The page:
Now think about that for a second: Do you know 65 people who could truly attest to the content of your character? I don’t. Cut out one entire gender and anyone I met after high school, and I really don’t.
Maybe I am just a fool for flawed people. But even before Blasey Ford waded carefully and credibly through her testimony and Kavanaugh wigged out during his, that insistence that there were not, nor had their every been, any chinks in his armor bothered me. Then I realized he’d been a year ahead of me at Yale, where he belonged to two of its most notoriously, um, louche ‘n’ liquid brotherhoods, and I thought “he’s lying.”
Then, just before falling into the rush of general opprobrium, I caught myself on the twig of ‘probably’: “He’s probably lying. But you never know: it could come out in the next couple of days that Brett was always the designated driver or the guy who really liked his frat brothers, but sat out, even tried to steer them away from, their uglier antics. There are those kids, too.” But then came one very convincingly-told tale after another that portrayed this particular DKE as your basic Eli booze hound, and that twig snapped.
To be clear: Short of an actual crime, I could not give a rat’s boola boola if Brett Kavanaugh spent the first 25 years of his life boozing, boofing, barfing and devil’s-triangulating to his frat-boy heart’s content, provided he spent the next 25 doing better things. But that is not Kavanaugh’s account of himself. Kavanaugh’s account of himself is one of ceaseless rectitude with a touch of thirst, and it differs wildly from many others’ first-hand accounts of him. Thus, the current fixation on the follies of his younger days is not, as widely fretted, an ominous example of extreme vetting gone wild. It is an acceptance of Kavanaugh’s own, unfathomably ill-advised invitation to hold the reality of his younger self against the image he has chosen to wave at America much more purposefully than he could possibly have waved his genitalia in the face of Deborah Ramirez. It is as if he has flung open the door of his old dorm room and defied everyone not to pronounce it immaculate. It’s not our fault if, now that we’re here, the rest of us can’t help but notice the empty beer cans under the bed and the stolen-bra flag over it.
Oh, those beer cans, and kegs, and pitchers, and steins. Once the time came for him finally to speak for himself before the Senate judiciary committee, Kavanaugh didn’t speak so much as sneer, shriek and snort with derision at Democratic senators’ attempts to quantify just how much ‘ski he was wont to swill. Oddly for such an eminent jurist, he failed to grasp – or pretended that he failed to grasp – that this issue goes straight to the heart of the quandary at hand. It offers at least something of a plausible basis for the sense, which many Republicans professed to have, that neither he nor his main accuser was lying. Before and after his testimony, Kavanaugh has been plausibly described as a frequent drunk, a belligerent drunk, a stumbling drunk – but he was never, ever, his champions proclaim without possibly knowing, a blackout drunk.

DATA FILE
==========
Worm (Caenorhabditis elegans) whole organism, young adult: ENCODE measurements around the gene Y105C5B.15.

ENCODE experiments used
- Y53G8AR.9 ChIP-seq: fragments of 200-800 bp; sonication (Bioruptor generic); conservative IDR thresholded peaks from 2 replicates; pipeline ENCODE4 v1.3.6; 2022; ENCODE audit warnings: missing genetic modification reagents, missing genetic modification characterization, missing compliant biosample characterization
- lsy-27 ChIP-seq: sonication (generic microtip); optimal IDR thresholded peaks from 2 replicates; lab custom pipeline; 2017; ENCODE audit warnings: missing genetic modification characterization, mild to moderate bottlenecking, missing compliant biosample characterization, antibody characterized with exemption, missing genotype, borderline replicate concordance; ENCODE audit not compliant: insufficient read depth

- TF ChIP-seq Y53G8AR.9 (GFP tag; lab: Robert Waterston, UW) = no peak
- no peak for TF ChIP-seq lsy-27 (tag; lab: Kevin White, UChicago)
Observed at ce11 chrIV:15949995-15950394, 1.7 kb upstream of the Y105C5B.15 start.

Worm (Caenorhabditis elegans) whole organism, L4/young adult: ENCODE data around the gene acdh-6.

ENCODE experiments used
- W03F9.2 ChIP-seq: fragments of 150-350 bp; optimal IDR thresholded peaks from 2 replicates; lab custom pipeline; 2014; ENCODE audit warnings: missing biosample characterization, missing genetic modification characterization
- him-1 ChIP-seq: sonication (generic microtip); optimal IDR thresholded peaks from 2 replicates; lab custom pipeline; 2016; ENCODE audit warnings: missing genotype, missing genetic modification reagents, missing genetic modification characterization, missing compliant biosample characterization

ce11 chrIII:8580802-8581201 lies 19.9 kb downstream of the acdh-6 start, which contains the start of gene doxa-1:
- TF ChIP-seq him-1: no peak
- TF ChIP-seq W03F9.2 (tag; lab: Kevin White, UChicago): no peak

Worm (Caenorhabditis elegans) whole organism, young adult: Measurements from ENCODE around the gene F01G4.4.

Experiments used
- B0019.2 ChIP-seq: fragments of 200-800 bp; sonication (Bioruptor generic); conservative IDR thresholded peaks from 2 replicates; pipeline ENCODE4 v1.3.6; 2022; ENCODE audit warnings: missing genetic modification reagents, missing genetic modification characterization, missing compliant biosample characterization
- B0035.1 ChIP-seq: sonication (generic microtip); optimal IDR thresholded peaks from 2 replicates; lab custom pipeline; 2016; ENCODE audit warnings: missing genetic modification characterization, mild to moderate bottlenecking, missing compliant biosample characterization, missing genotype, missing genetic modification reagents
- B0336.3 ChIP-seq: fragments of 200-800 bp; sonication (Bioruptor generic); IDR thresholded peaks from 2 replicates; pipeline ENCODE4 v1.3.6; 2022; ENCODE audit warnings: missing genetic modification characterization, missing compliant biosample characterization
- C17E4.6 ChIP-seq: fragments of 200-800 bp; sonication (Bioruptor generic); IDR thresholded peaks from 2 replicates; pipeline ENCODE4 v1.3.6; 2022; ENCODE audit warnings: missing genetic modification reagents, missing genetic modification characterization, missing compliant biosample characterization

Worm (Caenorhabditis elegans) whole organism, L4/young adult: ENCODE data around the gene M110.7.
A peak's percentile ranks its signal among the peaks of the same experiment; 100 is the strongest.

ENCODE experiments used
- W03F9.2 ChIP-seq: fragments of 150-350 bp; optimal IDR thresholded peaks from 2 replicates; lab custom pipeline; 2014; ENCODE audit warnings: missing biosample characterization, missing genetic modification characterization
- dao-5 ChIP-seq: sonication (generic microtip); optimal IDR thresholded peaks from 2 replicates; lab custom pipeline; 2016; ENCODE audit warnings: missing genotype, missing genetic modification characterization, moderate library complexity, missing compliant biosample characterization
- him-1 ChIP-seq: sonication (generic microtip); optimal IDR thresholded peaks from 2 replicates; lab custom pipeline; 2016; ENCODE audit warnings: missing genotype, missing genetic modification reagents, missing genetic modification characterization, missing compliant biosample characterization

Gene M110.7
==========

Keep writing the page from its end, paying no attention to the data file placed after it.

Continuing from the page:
Of course, I have no idea whether Kavanaugh is any kind of alcoholic. But in his testimony, there is no delicate way to say, he certainly acted like one. I know that seems like a cheap shot to take, not just at Kavanaugh but at anyone with alcoholism -- but think about it: He depicted beer as nectar, and also as the essence of bonding. He distinguished between passing out and “falling asleep” from drinking. He seemed absolutely gobsmacked that Sheldon Whitehouse did not know how to play quarters. When challenged by others – senators! In a hearing! to determine his personal fitness to serve! – about his drinking, he challenged them right back about what and how much they drank. Honest to God, after a few of those exchanges, I wanted Grassley and Feinstein to stage an intervention.
Then again, when you think of Churchill the lush and Trump the teetotaler, you remember the limits of abstemiousness as a mark of civic virtue. But regardless of his own habits, Kavanaugh displayed a shockingly backward conception of the chemical dependency that, in one form or another, has so many Americans in its grip, including at least one of his best high-school buddies. If he had said “look, I realize that the nature of addiction is such that my denying it and my friends’ denying it doesn’t necessarily mean anything, but what else can I do?” I’d have ceded him that point. What got me is, this guy really, really seemed to regard “I was the captain of the varsity basketball team!” as proof that he couldn’t possibly have had a substance-abuse problem.
Even if Kavanaugh never did anything sodden or lewd his life, I found this whole "I-couldn't-have-been-a-drunk-I-was-a-star!" business troubling. He kept equating sterling credentials with sterling character; kept stressing that he couldn’t have done these awful things, because he just wasn’t that kind of guy.